A highly popularized notion of health is the focus on avoiding gluten. As a Pediatrician, I am often asked about my thoughts on the subject. So let’s review the basics of gluten and diseases associated with its consumption.
Gluten is a protein that is found only in grains such as wheat, rye, and barley. If you walk into a grocery store and see a “gluten-free” label on a bottle of orange juice, you have my permission to go ahead and laugh (all fruit is already gluten-free). The foods most commonly with gluten in the American diet are foods made with wheat such as bread, cereal, baked goods, and pastries.
We need to consume protein to live, roughly 20% of the calories in our diet. All Protein is digested mostly in our stomach and small intestine. Most people who eat gluten have no difficulty digesting it. Some individuals about 1/100 have a condition known as Celiac Disease where the intestines begin to destroy themselves when exposed to gluten in the diet and cause a problem with absorbing any nutrients from food (a.k.a. malabsorption). Celiac disease can range from very mild symptoms all the way to life-threatening malnutrition. People with this condition can be so sensitive to the gluten protein that even 1/100th slice of bread can cause massive malabsorption in the intestines. The diagnosis of this condition can be challenging because this condition can mimic so many other diseases. A child with simple constipation or abnormal liver enzyme tests may have underlying celiac disease but, from clinical experience, the overwhelming majority of kids with these symptoms just have a plain old-fashioned vegetable eating deficiency. In order to test for this condition, a person cannot be on a gluten-free diet during testing. We begin with a screening blood test and in certain cases, the best way to know if someone has the condition is by going into the intestines through an endoscope and taking a sample of the lining of the intestines with analysis under a microscope.
There is another recently recognized condition for all those individuals who do not have Celiac Disease after going through extensive testing but still have gastrointestinal symptoms associated with eating foods that have gluten. This condition is known as Non-celiac gluten sensitivity (NCGS). Gluten sensitivity is not life-threatening like celiac disease and there is no test for this condition. The exact cause for this condition remains unknown. The only way to know someone is suffering from this disorder is by keeping track of episodes of abdominal pain, constipation, nausea, vomiting, diarrhea when they consume gluten and then when removing the gluten from their diets, no longer have any of those symptoms. One of the challenging things about gluten sensitivity has been that for years people would have gastrointestinal complaints and normal medical testing and doctors would have no name for the condition that was afflicting them. The only recourse was to document how well these people did with gluten-free diets and chalk up their illness to gluten. Another group of individuals with irritable bowel syndrome can have their symptoms flare when they consume foods that contain fermentable, poorly absorbed short-chain carbohydrates. These foods are some of the same foods that also contain gluten so gluten is blamed as the cause of their symptoms when it is actually innocent.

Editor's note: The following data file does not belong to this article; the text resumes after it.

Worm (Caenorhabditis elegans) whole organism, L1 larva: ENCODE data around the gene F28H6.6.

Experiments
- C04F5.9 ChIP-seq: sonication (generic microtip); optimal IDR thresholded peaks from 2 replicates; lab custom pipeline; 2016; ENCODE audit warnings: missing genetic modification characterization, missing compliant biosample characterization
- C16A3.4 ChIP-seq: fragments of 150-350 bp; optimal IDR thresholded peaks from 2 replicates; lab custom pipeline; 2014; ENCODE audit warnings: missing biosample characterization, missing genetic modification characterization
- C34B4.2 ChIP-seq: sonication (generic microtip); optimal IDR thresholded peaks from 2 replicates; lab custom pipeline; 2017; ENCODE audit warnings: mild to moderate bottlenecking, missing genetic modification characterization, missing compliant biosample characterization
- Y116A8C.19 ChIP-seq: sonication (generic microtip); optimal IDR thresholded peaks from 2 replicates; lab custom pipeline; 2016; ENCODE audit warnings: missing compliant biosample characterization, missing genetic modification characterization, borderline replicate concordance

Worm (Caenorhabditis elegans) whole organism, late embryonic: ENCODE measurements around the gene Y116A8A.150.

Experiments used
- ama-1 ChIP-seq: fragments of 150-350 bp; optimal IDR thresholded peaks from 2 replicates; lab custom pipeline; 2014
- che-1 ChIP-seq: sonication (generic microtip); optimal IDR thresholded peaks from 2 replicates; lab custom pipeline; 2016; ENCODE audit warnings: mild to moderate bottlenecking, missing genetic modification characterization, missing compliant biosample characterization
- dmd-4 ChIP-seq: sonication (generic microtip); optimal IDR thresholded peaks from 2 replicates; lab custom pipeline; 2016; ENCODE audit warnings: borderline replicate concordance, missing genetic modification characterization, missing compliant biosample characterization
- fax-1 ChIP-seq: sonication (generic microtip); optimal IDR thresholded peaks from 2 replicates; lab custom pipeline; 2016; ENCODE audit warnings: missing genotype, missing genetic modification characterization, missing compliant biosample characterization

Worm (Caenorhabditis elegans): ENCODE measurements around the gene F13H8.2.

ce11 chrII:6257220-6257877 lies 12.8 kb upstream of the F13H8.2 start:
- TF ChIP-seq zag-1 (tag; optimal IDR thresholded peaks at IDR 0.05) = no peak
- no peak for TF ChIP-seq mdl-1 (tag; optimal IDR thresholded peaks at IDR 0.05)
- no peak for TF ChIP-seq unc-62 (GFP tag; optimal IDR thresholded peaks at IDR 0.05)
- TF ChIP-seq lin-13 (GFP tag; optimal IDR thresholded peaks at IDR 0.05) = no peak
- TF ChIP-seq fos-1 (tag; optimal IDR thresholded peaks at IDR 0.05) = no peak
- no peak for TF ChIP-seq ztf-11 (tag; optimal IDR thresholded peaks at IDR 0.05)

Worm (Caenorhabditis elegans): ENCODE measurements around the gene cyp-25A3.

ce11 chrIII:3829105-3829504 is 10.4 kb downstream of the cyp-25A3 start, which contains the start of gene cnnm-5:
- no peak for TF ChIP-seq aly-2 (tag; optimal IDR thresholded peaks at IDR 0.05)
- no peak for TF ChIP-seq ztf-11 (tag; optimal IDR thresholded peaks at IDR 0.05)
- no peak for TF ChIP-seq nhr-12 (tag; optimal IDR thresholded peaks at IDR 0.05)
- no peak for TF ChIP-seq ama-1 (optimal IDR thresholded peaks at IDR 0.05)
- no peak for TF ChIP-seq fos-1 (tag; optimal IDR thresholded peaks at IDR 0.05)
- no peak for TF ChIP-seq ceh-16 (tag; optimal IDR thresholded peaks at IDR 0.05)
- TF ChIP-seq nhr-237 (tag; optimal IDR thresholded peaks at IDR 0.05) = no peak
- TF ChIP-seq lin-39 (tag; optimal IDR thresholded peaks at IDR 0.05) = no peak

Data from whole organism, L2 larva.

There is a third group of individuals who do not actually have celiac disease, nor gluten sensitivity but have been so convinced/influenced that gluten is dangerous that they can actually cause their bodies to exhibit the same symptoms. There is a known phenomenon called the NOCEBO effect where participants in clinical research studies would exhibit moderate to severe side effects, alterations in vital signs, and blood tests even though they were only taking an inert placebo. Placebos have no biological reasons for causing any of these effects and in some cases when the participants were told they never took any experimental treatments, all of a sudden their symptoms would amazingly resolve. This speaks to the power that our minds have over our physical states of being. This is the future of medicine in my opinion, looking at the connection between the mind and body and having an objective way of demonstrating the influence of the mind.
Ediger, Tracy R., and Ivor D. Hill. “Celiac disease.” Pediatrics in Review 35.10 (2014): 409-15.
“The nocebo response”. Harvard Health Publishing. Harvard Medical School. Accessed on 5/24/21. Available at: https://www.health.harvard.edu/newsweek/The_nocebo_response
Hill, et al. Epidemiology, pathogenesis, and clinical manifestations of celiac disease in children. UpToDate. Accessed on 5/24/2021. Available at https://bit.ly/3fCixzg .